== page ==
Image: Medecins Sans Frontieres employee.
Emilio Morenatti  /  AP
An employee of Medecins Sans Frontieres emerges from the medical relief agency in Kabul, Afghanistan, on Wednesday, after the agency announced it was withdrawing from the country.
updated 7/28/2004 6:52:42 AM ET 2004-07-28T10:52:42

Medical relief agency Medecins Sans Frontieres on Wednesday announced that it will withdraw from Afghanistan because of the killing of five of its staff and the danger of further attacks.

The Nobel Prize-winning group, known as Doctors Without Borders in English, said it was pulling out also because it was unhappy with a government investigation into the June 2 deaths and with the “co-optation of humanitarian aid” by U.S.-led forces here “for military and political motives.”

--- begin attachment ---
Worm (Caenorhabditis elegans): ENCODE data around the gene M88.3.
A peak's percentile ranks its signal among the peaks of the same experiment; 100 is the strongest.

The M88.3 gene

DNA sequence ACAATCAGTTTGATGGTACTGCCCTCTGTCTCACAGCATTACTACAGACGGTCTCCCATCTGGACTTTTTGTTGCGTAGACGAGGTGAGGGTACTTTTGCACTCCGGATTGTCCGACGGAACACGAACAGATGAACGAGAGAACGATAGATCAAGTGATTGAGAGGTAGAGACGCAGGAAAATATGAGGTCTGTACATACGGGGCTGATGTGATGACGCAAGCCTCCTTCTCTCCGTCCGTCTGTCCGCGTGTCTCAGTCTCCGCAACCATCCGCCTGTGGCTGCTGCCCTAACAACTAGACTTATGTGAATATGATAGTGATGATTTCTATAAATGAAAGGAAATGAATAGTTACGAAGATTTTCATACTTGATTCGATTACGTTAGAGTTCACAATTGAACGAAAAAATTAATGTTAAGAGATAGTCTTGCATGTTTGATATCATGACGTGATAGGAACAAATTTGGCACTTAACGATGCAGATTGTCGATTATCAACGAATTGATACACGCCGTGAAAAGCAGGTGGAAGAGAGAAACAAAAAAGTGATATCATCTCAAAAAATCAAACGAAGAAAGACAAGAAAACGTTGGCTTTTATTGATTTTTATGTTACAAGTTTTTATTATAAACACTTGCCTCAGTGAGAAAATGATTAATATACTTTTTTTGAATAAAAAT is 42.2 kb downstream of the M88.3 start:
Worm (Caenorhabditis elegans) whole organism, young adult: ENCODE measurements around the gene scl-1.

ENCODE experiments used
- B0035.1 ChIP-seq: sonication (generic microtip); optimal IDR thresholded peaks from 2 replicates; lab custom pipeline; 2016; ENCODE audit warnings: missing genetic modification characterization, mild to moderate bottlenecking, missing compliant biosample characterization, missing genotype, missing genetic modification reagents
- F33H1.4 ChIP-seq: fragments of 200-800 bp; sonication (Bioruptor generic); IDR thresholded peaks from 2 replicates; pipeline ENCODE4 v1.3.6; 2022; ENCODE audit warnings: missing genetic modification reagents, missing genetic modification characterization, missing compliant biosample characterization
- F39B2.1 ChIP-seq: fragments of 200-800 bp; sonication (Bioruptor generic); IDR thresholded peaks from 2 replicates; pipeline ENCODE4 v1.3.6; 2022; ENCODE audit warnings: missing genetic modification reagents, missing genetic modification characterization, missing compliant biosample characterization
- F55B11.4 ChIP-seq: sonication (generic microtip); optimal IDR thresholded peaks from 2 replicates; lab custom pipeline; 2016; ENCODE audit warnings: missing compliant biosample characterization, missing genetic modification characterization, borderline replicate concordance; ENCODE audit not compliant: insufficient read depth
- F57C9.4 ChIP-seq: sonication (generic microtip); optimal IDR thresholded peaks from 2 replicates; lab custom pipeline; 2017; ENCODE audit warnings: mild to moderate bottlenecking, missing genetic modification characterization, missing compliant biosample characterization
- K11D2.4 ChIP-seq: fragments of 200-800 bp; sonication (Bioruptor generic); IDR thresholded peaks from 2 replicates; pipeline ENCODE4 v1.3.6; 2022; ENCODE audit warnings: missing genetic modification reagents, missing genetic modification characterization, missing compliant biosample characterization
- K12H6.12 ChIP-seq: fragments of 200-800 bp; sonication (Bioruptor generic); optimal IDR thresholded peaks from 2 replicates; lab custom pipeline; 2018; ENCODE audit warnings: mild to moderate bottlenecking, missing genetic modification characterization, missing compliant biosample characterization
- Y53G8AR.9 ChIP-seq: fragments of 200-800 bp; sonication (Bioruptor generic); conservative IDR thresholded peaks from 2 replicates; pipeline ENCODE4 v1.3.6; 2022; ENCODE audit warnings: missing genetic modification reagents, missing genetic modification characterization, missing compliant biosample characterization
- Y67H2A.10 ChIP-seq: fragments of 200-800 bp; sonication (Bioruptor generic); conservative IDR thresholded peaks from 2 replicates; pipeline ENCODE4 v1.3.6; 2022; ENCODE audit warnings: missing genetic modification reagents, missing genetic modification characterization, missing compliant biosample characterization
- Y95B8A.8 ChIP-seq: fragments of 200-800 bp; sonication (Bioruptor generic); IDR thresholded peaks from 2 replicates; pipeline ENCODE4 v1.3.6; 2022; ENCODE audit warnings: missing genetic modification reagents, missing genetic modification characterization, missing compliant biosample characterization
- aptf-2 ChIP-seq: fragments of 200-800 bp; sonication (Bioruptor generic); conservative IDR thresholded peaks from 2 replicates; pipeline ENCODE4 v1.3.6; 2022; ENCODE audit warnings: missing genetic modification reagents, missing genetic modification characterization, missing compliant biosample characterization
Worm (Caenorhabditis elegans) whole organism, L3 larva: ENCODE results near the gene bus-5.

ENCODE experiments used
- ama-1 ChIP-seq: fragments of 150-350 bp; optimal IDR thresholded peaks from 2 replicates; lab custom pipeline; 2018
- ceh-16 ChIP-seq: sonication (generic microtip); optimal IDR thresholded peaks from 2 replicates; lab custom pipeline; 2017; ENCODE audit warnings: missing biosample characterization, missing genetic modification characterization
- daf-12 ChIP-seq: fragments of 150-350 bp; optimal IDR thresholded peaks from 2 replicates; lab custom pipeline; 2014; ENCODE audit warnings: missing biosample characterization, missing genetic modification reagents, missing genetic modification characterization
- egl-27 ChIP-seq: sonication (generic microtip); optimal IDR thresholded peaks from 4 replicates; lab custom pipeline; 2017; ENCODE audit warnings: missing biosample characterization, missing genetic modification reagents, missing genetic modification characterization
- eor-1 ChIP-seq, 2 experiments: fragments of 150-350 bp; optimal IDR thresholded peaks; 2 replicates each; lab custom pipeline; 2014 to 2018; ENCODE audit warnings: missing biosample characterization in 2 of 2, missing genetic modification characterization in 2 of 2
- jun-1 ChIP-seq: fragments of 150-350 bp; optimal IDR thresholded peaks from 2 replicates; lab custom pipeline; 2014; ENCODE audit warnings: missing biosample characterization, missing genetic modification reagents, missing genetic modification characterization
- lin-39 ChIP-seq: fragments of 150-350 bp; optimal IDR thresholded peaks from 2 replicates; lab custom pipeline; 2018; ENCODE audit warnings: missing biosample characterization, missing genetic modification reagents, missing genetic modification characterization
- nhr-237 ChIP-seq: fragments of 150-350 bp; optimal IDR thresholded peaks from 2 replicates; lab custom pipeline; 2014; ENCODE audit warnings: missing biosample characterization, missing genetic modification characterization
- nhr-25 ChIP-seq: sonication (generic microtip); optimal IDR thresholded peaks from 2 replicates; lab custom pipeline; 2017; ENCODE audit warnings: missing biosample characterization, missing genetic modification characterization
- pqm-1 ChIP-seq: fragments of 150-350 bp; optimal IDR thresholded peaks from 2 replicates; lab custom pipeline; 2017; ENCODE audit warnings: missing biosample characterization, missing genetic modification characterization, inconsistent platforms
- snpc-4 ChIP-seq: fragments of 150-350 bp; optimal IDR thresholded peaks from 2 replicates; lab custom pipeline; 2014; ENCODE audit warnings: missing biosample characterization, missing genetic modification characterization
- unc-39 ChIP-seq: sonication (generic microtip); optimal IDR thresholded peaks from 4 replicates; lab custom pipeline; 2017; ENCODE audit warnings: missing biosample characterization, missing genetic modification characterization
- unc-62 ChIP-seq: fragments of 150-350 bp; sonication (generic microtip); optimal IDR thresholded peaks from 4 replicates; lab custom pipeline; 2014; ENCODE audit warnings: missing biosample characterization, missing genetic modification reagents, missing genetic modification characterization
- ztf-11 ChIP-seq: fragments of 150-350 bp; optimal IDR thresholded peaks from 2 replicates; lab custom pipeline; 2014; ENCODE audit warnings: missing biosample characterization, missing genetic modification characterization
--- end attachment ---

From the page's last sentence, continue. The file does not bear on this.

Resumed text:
The group said in a statement that it regretted having to leave Afghanistan, where it has been operating for 24 years, but added: “today’s context is rendering independent humanitarian aid for the Afghan people all but impossible.”

About 80 international volunteers and 1,400 Afghan staff worked for the agency in Afghanistan before the June attack, which killed three Europeans and two Afghan staff members in northern Badghis province.

The Taliban claimed responsibility for the attack.

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